Meet Sarah Weinman

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From time to time, I’ve linked to Marilyn Stasio’s Crime Column in The New York Times. Yesterday, the newspaper announced Sarah Weinman will be the new crime columnist. Here is the announcement from The New York Times.

New York Times : Sarah Weinman Becomes New Columnist for Crime Fiction as Marilyn Stasio Retires 02/12/2021 | 05:08am EST

We are delighted to announce that Sarah Weinman will be the new crime columnist for The New York Times Book Review. She was, of course, the most obvious suspect: Weinman is the author of ‘The Real Lolita: A Lost Girl, An Unthinkable Crime, and a Scandalous Masterpiece,’ and the editor of the anthologies ‘Unspeakable Acts: True Tales of Crime, Murder, Deceit & Obsession’ (Ecco), ‘Women Crime Writers: Eight Suspense Novels of the 1940s & 50s’ (Library of America) and ‘Troubled Daughters, Twisted Wives’ (Penguin). A National Magazine Award finalist for Reporting, Weinman has written for The Times, Vanity Fair, The Washington Post, New York magazine, The Wall Street Journal, and other publications, while her fiction has appeared in Ellery Queen’s Mystery Magazine, Alfred Hitchcock’s Mystery Magazine and various anthologies. Weinman also writes the ‘Crime Lady’ newsletter, covering crime fiction, true crime and all points in between. Her next book – about William F. Buckley’s ill-fated advocacy for a Death Row prisoner – will be published by Ecco in 2022.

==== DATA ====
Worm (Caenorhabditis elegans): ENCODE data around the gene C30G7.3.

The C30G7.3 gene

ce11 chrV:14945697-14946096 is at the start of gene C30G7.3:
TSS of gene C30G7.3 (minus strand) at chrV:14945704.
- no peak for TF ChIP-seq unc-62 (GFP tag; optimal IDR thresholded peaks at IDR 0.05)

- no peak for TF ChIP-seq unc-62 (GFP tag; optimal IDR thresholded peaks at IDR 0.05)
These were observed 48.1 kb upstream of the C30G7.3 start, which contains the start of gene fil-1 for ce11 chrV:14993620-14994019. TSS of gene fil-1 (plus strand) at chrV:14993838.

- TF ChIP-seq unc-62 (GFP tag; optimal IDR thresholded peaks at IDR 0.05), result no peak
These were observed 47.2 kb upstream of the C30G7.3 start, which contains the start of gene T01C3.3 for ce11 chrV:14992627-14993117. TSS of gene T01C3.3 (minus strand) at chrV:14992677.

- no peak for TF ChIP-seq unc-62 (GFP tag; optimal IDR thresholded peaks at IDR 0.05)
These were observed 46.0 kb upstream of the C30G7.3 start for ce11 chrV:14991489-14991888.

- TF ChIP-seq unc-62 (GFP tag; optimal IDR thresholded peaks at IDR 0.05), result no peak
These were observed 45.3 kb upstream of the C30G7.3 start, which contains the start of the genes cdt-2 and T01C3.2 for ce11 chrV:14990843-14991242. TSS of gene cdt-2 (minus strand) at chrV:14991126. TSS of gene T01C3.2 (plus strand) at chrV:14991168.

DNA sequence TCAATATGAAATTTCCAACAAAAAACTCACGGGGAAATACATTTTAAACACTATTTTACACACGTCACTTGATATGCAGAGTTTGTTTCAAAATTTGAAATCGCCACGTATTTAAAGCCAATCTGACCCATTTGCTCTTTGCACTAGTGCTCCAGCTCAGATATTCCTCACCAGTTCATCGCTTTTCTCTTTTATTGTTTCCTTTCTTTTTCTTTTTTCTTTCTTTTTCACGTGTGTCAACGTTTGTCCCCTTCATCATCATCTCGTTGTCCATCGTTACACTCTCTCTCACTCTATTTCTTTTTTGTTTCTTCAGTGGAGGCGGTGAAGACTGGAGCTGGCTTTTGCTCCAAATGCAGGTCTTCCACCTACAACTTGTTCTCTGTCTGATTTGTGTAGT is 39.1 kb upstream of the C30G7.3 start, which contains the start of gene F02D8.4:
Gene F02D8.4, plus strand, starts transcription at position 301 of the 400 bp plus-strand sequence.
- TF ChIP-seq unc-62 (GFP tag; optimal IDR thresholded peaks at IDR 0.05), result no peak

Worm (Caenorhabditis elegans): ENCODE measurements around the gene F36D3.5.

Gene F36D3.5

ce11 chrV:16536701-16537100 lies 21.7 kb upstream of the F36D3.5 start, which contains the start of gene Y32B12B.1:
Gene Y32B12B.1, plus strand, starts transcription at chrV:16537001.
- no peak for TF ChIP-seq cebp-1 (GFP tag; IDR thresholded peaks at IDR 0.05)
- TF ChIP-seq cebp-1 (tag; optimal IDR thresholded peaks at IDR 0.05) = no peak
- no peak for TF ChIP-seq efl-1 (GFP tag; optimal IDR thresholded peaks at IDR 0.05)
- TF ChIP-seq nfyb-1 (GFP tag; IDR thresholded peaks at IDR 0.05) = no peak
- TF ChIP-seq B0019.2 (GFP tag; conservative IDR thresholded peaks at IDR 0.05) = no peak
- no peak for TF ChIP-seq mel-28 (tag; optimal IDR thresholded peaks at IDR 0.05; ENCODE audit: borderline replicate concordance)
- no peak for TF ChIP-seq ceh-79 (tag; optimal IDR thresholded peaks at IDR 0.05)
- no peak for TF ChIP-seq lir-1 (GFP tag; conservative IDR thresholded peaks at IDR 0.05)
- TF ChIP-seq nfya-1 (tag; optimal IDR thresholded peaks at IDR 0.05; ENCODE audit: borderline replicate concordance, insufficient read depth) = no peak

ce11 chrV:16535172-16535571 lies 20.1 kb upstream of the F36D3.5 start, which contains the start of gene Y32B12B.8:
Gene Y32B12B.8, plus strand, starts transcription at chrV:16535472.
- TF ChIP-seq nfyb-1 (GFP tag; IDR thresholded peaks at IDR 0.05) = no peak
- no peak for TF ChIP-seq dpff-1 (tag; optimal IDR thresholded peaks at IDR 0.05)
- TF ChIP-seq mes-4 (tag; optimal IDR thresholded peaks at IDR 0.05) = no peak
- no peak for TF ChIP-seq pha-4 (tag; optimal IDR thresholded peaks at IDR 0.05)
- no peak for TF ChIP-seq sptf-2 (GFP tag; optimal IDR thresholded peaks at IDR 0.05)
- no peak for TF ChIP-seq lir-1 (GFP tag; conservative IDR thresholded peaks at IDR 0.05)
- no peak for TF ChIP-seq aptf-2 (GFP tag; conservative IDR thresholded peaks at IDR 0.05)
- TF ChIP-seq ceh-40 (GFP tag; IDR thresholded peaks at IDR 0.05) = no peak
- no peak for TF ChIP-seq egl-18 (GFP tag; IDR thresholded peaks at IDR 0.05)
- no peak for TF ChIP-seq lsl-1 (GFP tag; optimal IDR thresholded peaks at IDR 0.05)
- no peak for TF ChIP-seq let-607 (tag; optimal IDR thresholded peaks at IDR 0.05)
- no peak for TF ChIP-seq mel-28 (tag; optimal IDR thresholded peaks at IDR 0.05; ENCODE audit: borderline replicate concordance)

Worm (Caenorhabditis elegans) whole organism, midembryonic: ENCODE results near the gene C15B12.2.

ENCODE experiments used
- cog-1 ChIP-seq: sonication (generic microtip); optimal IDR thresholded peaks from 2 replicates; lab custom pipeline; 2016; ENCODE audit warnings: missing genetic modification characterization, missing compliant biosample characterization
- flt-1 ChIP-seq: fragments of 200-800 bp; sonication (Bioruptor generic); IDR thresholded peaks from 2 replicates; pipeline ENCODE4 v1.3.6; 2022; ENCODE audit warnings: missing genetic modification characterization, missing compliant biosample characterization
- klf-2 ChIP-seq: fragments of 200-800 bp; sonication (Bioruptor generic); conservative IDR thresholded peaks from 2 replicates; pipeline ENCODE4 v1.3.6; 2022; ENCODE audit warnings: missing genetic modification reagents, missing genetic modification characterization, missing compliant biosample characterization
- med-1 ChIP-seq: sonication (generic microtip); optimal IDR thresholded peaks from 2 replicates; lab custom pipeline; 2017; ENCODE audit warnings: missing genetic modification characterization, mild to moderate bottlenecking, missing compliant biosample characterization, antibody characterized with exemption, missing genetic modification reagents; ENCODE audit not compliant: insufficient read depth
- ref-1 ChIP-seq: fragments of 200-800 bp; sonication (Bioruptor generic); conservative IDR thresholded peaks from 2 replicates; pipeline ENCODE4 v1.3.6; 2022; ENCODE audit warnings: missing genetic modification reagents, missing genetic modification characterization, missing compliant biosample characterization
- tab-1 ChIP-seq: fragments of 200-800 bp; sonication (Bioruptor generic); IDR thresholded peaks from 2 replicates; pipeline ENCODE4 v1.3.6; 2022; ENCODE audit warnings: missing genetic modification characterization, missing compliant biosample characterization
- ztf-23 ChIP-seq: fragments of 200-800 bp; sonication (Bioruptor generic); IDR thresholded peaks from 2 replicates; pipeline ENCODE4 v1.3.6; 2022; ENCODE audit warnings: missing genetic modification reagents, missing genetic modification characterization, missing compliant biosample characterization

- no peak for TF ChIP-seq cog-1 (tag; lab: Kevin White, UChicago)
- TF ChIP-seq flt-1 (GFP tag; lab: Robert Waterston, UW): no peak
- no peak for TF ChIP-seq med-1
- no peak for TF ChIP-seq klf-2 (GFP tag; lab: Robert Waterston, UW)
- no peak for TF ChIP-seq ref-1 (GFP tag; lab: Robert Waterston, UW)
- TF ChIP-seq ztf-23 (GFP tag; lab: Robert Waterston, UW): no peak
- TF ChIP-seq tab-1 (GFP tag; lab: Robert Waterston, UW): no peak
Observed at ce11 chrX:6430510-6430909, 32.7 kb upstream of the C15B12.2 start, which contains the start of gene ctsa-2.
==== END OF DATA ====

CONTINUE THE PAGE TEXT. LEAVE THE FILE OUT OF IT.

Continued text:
Marilyn Stasio, who has written her extremely popular twice-monthly column since 1988, will continue to contribute reviews to The Times on crime, true crime and other related subjects. ‘Long before I came to work at The Times, I turned to Marilyn’s column for reading recommendations,’ says Tina Jordan, Stasio’s editor and the deputy editor of the Book Review. ‘She covered the fictional murder-and-mayhem landscape so thoroughly – not just books by big-name authors, but books in translation, books from small presses.’ In a 2017 interview with The Times on the occasion of Stasio’s 30th anniversary at the Book Review, Weinman noted that Stasio’s seriousness and longevity had transformed her into someone whom people ‘revere and fear.’Sarah Weinman’s first column appears online today and in our Feb. 14th issue.

Curious? You can order Sarah Weinman’s books through the Web Store. http://bit.ly/2PPeH7g